Stories by Eunice Alpasan

Chicago Tribune frontpage. (WTTW News)

As Reporters Revisit the Tylenol Murders 40 Years Later, New Developments Emerge

The Tylenol poisonings case is still unsolved, but new reporting from the Chicago Tribune says investigators might be closer than ever to charges.

(WTTW News)

U.S. Panel Recommends Adults Under 65 Be Screened For Anxiety

The U.S. Preventive Services Task Force, an independent panel of health care experts, is recommending that adults under 65 get screened for anxiety.

Chicago City Hall. (Michael Izquierdo / WTTW News)

As Chicago City Council Exodus Continues, Is Now the Time to Examine Its Size?

Chicago City Council has 50 alderpeople, representing around 54,000 people each. That’s compared to 51 council members in New York City, each representing 173,000 people. Los Angeles has 15 council members with each member representing about 257,000 people.

(WTTW News)

What the Proposed Workers’ Rights Amendment Could Mean for Illinois

The so-called Workers’ Rights Amendment would guarantee Illinois workers the constitutional right to collectively bargain for things like wages, hours and working conditions. 

(WTTW News)

What the Future May Hold for Migrants Bused From Texas to Chicago

Texas Gov. Greg Abbott said he’s moving out migrants to other cities because the border crisis has Texas overwhelmed. Critics say he’s using them in an attempt to send a political message.

(WTTW News)

Local Initiatives Aim to Reduce Pedestrian, Cyclist Traffic Fatalities

Nearly two dozen organizations are asking the Illinois Department of Transportation and Governor J.B. Pritzker to use funds from the Bipartisan Infrastructure Law to improve safe and accessible transportation for everyone.

A woman carries a book and backpack through a room of students at desks. (Photo by Javier Trueba on Unsplash)

How New Student Loan Debt Relief Could Benefit Latino Borrowers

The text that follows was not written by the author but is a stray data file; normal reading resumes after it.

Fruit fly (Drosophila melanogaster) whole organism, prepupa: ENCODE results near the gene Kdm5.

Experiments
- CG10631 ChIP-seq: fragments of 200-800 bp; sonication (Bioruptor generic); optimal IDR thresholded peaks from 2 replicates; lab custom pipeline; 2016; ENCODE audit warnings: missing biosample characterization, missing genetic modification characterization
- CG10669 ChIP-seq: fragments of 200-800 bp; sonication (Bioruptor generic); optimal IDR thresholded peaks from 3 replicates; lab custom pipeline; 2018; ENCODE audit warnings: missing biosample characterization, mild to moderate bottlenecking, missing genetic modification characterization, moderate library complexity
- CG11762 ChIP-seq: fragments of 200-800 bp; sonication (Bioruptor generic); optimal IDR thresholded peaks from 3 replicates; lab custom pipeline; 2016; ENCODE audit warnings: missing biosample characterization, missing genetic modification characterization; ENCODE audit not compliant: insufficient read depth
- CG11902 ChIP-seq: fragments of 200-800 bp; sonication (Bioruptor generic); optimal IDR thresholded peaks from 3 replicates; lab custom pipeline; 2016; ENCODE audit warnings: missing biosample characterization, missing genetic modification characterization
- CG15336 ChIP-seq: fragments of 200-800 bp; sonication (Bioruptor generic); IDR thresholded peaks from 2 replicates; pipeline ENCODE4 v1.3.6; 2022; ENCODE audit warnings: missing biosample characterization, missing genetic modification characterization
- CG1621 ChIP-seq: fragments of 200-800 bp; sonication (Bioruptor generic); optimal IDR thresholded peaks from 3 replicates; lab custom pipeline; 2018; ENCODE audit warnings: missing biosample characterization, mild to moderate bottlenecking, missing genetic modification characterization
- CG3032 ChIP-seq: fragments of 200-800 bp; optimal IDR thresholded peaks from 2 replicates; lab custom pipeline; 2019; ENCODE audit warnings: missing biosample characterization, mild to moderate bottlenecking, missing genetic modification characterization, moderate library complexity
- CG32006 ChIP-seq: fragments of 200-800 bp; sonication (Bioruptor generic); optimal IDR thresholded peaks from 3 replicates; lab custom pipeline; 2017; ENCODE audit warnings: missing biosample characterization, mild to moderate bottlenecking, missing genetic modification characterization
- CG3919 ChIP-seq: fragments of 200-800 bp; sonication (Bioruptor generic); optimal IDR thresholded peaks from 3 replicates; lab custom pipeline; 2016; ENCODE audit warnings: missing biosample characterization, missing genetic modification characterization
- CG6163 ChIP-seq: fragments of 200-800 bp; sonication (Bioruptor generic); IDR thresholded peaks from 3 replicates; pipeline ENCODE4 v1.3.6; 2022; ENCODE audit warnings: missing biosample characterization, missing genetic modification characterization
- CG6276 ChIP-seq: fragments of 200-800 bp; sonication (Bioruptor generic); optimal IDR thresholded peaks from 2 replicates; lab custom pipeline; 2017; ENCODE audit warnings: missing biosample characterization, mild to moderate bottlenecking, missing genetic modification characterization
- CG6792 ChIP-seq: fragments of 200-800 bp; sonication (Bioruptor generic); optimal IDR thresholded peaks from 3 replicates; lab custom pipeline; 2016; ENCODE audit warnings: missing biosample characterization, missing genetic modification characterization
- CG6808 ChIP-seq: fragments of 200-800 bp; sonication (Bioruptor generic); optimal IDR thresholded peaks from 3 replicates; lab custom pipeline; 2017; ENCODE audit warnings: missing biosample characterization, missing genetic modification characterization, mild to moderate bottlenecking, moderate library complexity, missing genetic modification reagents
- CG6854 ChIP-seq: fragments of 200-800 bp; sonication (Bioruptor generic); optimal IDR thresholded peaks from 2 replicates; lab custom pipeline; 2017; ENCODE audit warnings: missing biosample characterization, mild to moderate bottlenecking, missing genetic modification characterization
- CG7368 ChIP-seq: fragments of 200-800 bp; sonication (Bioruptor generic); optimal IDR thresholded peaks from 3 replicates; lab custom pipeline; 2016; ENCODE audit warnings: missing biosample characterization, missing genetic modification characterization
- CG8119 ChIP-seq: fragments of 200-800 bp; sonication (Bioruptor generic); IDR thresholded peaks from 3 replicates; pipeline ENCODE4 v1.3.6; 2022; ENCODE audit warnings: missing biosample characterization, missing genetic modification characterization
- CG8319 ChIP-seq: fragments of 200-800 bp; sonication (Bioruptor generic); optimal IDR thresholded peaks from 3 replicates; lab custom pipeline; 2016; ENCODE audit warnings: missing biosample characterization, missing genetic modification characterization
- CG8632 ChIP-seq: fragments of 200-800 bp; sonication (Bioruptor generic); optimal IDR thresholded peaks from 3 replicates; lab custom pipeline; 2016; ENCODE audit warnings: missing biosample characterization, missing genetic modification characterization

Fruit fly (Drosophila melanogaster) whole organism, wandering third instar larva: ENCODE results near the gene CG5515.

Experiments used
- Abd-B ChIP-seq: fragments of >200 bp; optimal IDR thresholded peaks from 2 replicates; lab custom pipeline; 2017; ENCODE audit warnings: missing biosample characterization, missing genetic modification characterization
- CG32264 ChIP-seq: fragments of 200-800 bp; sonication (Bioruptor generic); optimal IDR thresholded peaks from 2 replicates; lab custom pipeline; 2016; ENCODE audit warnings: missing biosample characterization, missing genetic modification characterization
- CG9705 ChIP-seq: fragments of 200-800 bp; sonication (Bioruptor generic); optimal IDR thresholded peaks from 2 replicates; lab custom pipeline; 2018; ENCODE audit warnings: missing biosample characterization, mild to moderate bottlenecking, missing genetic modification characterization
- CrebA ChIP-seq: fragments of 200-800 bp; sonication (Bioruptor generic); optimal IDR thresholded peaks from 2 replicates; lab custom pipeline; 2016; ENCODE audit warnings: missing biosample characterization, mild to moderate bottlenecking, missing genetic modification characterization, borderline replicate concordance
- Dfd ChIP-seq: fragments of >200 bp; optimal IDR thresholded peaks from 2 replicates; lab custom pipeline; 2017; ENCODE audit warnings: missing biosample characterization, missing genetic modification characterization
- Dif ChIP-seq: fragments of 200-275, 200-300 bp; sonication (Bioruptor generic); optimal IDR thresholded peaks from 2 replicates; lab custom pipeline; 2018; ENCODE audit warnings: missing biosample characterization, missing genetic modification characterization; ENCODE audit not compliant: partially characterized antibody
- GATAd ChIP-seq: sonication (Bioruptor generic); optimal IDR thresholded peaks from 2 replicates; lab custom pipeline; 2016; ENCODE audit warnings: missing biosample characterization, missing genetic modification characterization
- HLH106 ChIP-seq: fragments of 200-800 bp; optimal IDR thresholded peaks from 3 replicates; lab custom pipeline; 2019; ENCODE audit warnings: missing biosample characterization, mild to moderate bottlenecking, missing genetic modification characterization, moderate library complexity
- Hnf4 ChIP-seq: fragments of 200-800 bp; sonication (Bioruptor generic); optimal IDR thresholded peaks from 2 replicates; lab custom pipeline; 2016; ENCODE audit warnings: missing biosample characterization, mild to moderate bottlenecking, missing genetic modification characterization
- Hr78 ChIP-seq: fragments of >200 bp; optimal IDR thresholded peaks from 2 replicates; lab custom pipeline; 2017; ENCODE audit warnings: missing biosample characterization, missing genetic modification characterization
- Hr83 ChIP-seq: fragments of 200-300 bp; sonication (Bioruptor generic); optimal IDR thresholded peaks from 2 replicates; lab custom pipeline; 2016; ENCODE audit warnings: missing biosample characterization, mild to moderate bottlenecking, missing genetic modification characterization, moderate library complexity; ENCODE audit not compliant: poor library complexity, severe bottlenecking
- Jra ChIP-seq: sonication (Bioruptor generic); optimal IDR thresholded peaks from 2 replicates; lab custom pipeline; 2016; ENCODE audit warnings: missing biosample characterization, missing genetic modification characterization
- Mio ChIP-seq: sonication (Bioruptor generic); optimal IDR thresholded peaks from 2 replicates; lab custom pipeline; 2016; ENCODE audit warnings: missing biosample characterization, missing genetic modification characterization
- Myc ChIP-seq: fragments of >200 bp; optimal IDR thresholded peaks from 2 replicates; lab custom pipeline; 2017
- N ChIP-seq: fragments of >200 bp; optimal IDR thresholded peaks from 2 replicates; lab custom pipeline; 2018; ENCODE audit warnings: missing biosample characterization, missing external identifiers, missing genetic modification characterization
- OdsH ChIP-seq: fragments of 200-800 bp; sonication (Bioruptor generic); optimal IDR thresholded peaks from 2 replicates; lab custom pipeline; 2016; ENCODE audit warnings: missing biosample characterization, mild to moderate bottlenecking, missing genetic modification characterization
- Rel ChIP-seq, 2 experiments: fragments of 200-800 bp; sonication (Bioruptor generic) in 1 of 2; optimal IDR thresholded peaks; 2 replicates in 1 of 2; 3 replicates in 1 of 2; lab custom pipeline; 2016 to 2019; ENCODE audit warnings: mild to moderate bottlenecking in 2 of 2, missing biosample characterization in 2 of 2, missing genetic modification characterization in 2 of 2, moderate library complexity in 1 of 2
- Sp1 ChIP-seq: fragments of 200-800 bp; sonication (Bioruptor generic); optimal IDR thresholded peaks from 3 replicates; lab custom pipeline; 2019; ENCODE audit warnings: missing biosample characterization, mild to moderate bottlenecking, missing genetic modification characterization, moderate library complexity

A new student loan debt relief plan will cancel up to $10,000 in federal loans for individuals making less than $125,000 a year. For low-income students who received Pell Grants, they can receive up to $20,000 in student loan forgiveness. According to research by Excelencia in Education, 50% of Latinos in higher education receive federal Pell Grants to help pay for college. 


Asian American History Requirement Starts in Illinois Public Schools

Starting this school year, every public elementary school and high school in Illinois must include a unit of instruction on Asian American history. Illinois became the first state to implement the requirement when Gov. J.B. Pritzker signed the Teaching Equitable Asian American Community History Act into law last summer. 

Muslim Education Center Mosque and MCC Academy, 8601 Menard Ave., Morton Grove. (WTTW News)

New Study Looks into Strengths, Needs of Muslims in Illinois

Researchers found that Muslims in Illinois were the youngest and most diverse faith community in the state and the country. The sample in the study were racially and ethnically diverse. The study also includes specific recommendations for educators, elected officials, Muslim community leaders and more on how they can better meet the needs of Muslim communities. 

“Always Faithful: A Story of the War in Afghanistan, the Fall of Kabul, and the Unshakable Bond Between a Marine and an Interpreter,” by Major Tom Schueman and Zainullah “Zak” Zaki.

Marine From Chicago Documents Friendship with Afghan Interpreter and Struggle to Secure His Safety

A dual memoir by a Chicago-native U.S. Marine and an Afghan interpreter offers insight into the chaotic U.S. withdrawal from Afghanistan one year later and the Afghans who are still trying to find safety and security.

(WTTW News)

Recent Wave of Airline Delays, Cancellations Indicates Rocky Pandemic Recovery

A recent wave of airline delays and cancellations has affected much of the country, including Chicago. After experiencing unprecedented airline delays and cancellations this summer, the recent wave is another indication of a rocky pandemic recovery for airlines.